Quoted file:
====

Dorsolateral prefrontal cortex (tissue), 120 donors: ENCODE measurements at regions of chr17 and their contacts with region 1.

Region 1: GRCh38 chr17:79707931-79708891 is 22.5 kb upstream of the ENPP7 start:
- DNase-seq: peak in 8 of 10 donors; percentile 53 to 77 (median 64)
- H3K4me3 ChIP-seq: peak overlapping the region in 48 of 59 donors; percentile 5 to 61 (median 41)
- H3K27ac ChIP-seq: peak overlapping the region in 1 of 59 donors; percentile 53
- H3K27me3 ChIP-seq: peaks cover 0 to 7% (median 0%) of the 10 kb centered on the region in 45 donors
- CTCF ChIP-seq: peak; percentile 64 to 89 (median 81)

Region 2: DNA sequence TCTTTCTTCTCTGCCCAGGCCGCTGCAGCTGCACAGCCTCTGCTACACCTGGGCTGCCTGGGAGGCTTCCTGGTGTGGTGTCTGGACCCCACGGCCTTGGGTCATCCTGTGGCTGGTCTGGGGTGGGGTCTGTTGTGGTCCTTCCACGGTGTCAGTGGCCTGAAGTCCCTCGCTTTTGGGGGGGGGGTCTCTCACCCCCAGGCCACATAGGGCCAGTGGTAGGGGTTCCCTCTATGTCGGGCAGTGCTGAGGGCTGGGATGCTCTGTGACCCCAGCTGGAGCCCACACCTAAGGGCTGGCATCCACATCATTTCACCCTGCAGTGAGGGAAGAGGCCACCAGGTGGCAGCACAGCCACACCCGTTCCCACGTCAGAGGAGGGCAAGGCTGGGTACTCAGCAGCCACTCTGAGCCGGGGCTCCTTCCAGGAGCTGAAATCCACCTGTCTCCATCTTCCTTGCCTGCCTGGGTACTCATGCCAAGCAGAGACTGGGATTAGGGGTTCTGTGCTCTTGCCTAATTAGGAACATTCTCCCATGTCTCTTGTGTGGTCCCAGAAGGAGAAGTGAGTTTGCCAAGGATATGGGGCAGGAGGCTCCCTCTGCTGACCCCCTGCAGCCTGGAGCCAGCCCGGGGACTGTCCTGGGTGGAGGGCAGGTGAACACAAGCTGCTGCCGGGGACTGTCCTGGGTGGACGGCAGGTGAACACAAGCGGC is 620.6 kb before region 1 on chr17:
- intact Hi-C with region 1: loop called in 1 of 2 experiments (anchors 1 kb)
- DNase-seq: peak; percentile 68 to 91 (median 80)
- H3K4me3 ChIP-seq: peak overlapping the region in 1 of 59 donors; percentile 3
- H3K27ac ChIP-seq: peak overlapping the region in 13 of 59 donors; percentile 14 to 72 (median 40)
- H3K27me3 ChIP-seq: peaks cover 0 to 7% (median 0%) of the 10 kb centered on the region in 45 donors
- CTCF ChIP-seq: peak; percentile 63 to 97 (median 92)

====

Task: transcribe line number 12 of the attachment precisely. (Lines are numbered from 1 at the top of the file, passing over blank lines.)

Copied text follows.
- H3K27ac ChIP-seq: peak overlapping the region in 13 of 59 donors; percentile 14 to 72 (median 40)